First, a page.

Having shaken up the field of bricks-and-mortar retailing, technology entrepreneurs are employing cut-price, online offerings to disrupt pricey professional services including law and recruitment.
Half an hour using a city lawyer costs no less than $200, but clients from the newly launched LawPath website can consult a professional practitioner only for $29. With the opposite end of the spectrum, engaging legal recruitment may mean a placement as well as other hefty fees. But not should you engage them through the hour, online, on RecruitLoop.
Technology entrepreneurs are utilizing cut-price, online offerings to disrupt professional services like law.
Technology entrepreneurs are employing cut-price, online offerings to disrupt professional services for example law. Photo: JESSICA SHAPIRO
Paul Lupson is chief executive of Lawpath, a start-up financially backed by Ludson who recently successfully exited budgetplaces.com, technology lawyer Nick Abrahams, partner at Norton Rose Australia, and technologist Andy Rose.
Lupson says the website lets people who wouldn’t normally have the capacity to afford a legal representative to acquire an initial consultation for little outlay. Customers pay for the low fee to question an issue, LawPath pockets the fee and farms the enquiry out to a specialist lawyer who consults for free. In turn, lawyers may convert the session right into a agreement for further work, something Lupson says has happened in 50 percent of cases.
Lupson insists the arrangement is win-win, with small company and private individuals receiving professional advice and lawyers lead generation. Besides, lawyers’ modus operandi is overdue for any re-think, he says.
“The legal profession is probably the last channels to become modernised. I actually do see it being a disruption yet not in the bad way – in a efficiency way. It’s about finding out how the web can facilitate connecting with clients.”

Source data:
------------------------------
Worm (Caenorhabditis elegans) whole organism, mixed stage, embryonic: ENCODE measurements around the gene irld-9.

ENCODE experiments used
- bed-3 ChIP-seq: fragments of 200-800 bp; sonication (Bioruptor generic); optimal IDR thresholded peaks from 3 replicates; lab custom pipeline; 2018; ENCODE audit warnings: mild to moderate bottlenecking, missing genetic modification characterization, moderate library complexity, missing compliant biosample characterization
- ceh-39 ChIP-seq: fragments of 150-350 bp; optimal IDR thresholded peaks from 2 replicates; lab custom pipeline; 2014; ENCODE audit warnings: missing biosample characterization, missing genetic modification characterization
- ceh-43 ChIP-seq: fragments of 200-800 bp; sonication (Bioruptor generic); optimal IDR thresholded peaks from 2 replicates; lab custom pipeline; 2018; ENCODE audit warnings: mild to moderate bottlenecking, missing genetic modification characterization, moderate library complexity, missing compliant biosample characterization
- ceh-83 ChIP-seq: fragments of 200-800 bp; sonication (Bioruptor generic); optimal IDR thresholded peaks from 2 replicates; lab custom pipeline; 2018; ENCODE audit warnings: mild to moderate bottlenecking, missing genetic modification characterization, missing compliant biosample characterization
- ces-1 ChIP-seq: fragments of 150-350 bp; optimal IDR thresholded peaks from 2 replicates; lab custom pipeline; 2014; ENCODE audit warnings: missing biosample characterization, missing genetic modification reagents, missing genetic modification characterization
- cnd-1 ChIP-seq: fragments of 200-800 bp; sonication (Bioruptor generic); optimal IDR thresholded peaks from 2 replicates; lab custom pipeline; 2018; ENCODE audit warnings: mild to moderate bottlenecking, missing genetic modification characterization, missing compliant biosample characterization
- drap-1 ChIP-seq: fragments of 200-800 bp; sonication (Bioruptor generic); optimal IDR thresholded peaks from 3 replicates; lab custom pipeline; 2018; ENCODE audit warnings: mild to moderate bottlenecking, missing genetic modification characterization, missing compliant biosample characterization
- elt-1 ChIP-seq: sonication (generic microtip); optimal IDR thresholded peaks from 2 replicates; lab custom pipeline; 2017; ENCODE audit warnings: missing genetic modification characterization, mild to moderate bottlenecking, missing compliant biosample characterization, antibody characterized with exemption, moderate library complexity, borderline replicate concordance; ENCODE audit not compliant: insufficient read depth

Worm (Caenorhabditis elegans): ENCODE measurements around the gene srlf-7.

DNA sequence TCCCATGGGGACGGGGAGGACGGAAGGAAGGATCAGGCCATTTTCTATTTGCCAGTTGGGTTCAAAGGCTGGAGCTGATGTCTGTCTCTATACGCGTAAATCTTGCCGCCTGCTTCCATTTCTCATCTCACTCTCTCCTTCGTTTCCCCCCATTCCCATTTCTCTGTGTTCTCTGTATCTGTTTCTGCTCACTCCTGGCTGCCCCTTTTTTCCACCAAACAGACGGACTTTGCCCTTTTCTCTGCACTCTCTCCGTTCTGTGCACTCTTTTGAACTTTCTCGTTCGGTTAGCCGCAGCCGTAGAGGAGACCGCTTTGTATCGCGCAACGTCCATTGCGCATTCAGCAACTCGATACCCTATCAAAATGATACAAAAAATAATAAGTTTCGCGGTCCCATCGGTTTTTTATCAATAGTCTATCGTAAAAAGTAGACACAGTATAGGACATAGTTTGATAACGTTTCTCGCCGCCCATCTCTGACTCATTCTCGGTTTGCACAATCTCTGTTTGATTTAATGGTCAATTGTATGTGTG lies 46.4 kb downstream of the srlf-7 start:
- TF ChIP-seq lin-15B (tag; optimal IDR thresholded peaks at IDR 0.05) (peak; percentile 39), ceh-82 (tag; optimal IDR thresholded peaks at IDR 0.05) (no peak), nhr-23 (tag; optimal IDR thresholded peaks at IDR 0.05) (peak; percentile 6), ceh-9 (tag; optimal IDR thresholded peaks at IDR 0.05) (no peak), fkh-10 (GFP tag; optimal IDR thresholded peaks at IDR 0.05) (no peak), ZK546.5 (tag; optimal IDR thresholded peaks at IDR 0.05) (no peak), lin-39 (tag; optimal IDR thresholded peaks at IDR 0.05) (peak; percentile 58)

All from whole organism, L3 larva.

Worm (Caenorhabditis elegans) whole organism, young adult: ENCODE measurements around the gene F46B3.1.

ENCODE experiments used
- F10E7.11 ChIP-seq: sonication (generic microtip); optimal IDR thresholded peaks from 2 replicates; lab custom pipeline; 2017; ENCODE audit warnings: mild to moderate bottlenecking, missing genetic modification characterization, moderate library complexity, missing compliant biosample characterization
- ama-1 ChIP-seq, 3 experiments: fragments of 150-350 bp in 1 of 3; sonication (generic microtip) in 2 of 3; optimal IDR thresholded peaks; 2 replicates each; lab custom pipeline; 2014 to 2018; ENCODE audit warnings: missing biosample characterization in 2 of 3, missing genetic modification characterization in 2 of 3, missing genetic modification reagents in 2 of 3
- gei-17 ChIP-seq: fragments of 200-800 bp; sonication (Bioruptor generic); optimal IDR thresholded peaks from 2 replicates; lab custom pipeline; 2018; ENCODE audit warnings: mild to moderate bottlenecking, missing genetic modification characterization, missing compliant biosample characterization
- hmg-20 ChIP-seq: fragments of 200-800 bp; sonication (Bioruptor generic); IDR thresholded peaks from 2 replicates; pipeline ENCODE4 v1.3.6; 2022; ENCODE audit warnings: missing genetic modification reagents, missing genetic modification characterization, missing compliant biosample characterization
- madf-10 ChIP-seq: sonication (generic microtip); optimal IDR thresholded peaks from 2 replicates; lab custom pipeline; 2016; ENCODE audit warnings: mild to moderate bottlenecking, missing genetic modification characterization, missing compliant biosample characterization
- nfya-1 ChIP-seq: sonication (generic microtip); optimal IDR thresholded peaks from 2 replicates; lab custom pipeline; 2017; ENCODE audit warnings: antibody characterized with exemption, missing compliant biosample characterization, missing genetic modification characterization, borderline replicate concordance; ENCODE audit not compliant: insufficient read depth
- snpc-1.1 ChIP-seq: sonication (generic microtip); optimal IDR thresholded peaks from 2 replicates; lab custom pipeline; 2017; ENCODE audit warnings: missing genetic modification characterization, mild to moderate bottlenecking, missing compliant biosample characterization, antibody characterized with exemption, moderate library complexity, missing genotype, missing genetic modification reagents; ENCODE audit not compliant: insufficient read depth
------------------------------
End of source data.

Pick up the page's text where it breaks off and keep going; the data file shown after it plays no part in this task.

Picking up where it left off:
The model finds favour with all the technology sector, he says, from it start-ups comprising 50 per cent of clientele up to now.
“It’s not devaluing [lawyers’] work – they’re more than pleased to consider it,” Lupson says. “They’re up for that loss leader.”
The word disruptive innovation can be used to describe change that improves a product or service in such a way the market did not expect.
Since the coming of the net it’s become increasingly common and happens a huge number of times more often than 30 years ago, in accordance with David Roberts, a vice-president of 77dexrpky Valley’s Singularity University.
“Disruption will be all that matters having a start-up,” Roberts told delegates on the Australia Association of Angel Investors conference on the Gold Coast last month.
RecruitLoop founder Michael Overell hopes his venture can give the recruitment sector the same jolt.
The web page allows companies to engage independent recruitment consultants through the hour, as opposed to paying commission for an agency in accordance with the candidate’s salary, every time a role is filled.
RecruitLoop possessed a low-key launch 18 months ago and was to present an impromptu showcase of the system at San Francisco’s Launch Festival for top-tech start-ups earlier this month.
The annual event includes competitions judged by IT and venture-capital heavyweights including Rackspace’s Robert Scoble and Google Ventures’ Wesley Chan.
The standard spend by RecruitLoop customers is $1500 to $2000 per role, which buys 15 to 20 hours of any consultant’s time. RecruitLoop has a commission as much as 30 %.
For clients, it’s a saving of 80-90 % on fees charged by recruitment agencies, Overell says.
Recruiters are screened prior to being allowed to offer their services through the site and merely one in eight will get the guernsey.
“We’re being really tough about maintaining quality,” Overell says.
The company uses 50 recruiters across Australia, Nz, Dubai and the west coast in the US and offers to expand into other countries as demand builds.